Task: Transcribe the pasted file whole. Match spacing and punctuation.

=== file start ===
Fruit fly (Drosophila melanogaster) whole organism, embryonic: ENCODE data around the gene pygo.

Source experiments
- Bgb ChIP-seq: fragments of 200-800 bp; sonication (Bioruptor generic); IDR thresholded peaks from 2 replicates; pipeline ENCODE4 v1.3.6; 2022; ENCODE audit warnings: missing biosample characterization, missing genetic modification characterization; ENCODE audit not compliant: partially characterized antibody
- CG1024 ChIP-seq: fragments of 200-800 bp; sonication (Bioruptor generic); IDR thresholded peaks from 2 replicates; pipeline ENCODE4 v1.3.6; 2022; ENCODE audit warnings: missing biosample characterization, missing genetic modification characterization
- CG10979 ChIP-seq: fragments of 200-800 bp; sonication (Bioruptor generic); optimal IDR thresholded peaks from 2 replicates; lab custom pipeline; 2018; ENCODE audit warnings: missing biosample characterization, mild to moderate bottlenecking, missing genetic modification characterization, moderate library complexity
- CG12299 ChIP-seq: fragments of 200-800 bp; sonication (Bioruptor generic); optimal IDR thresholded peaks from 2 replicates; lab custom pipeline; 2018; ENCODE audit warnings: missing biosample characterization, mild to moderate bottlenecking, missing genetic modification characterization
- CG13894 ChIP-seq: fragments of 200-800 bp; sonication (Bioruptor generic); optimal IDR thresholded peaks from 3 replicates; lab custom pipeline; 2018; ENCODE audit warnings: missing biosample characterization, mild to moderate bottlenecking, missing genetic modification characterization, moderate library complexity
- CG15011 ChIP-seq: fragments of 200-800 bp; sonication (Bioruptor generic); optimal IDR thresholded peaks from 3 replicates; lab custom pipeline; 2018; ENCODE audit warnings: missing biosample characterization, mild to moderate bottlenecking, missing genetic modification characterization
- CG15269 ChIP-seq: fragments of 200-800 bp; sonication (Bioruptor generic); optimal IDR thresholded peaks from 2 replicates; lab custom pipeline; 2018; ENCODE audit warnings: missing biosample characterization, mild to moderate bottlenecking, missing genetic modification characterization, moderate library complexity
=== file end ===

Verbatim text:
Fruit fly (Drosophila melanogaster) whole organism, embryonic: ENCODE data around the gene pygo.

Source experiments
- Bgb ChIP-seq: fragments of 200-800 bp; sonication (Bioruptor generic); IDR thresholded peaks from 2 replicates; pipeline ENCODE4 v1.3.6; 2022; ENCODE audit warnings: missing biosample characterization, missing genetic modification characterization; ENCODE audit not compliant: partially characterized antibody
- CG1024 ChIP-seq: fragments of 200-800 bp; sonication (Bioruptor generic); IDR thresholded peaks from 2 replicates; pipeline ENCODE4 v1.3.6; 2022; ENCODE audit warnings: missing biosample characterization, missing genetic modification characterization
- CG10979 ChIP-seq: fragments of 200-800 bp; sonication (Bioruptor generic); optimal IDR thresholded peaks from 2 replicates; lab custom pipeline; 2018; ENCODE audit warnings: missing biosample characterization, mild to moderate bottlenecking, missing genetic modification characterization, moderate library complexity
- CG12299 ChIP-seq: fragments of 200-800 bp; sonication (Bioruptor generic); optimal IDR thresholded peaks from 2 replicates; lab custom pipeline; 2018; ENCODE audit warnings: missing biosample characterization, mild to moderate bottlenecking, missing genetic modification characterization
- CG13894 ChIP-seq: fragments of 200-800 bp; sonication (Bioruptor generic); optimal IDR thresholded peaks from 3 replicates; lab custom pipeline; 2018; ENCODE audit warnings: missing biosample characterization, mild to moderate bottlenecking, missing genetic modification characterization, moderate library complexity
- CG15011 ChIP-seq: fragments of 200-800 bp; sonication (Bioruptor generic); optimal IDR thresholded peaks from 3 replicates; lab custom pipeline; 2018; ENCODE audit warnings: missing biosample characterization, mild to moderate bottlenecking, missing genetic modification characterization
- CG15269 ChIP-seq: fragments of 200-800 bp; sonication (Bioruptor generic); optimal IDR thresholded peaks from 2 replicates; lab custom pipeline; 2018; ENCODE audit warnings: missing biosample characterization, mild to moderate bottlenecking, missing genetic modification characterization, moderate library complexity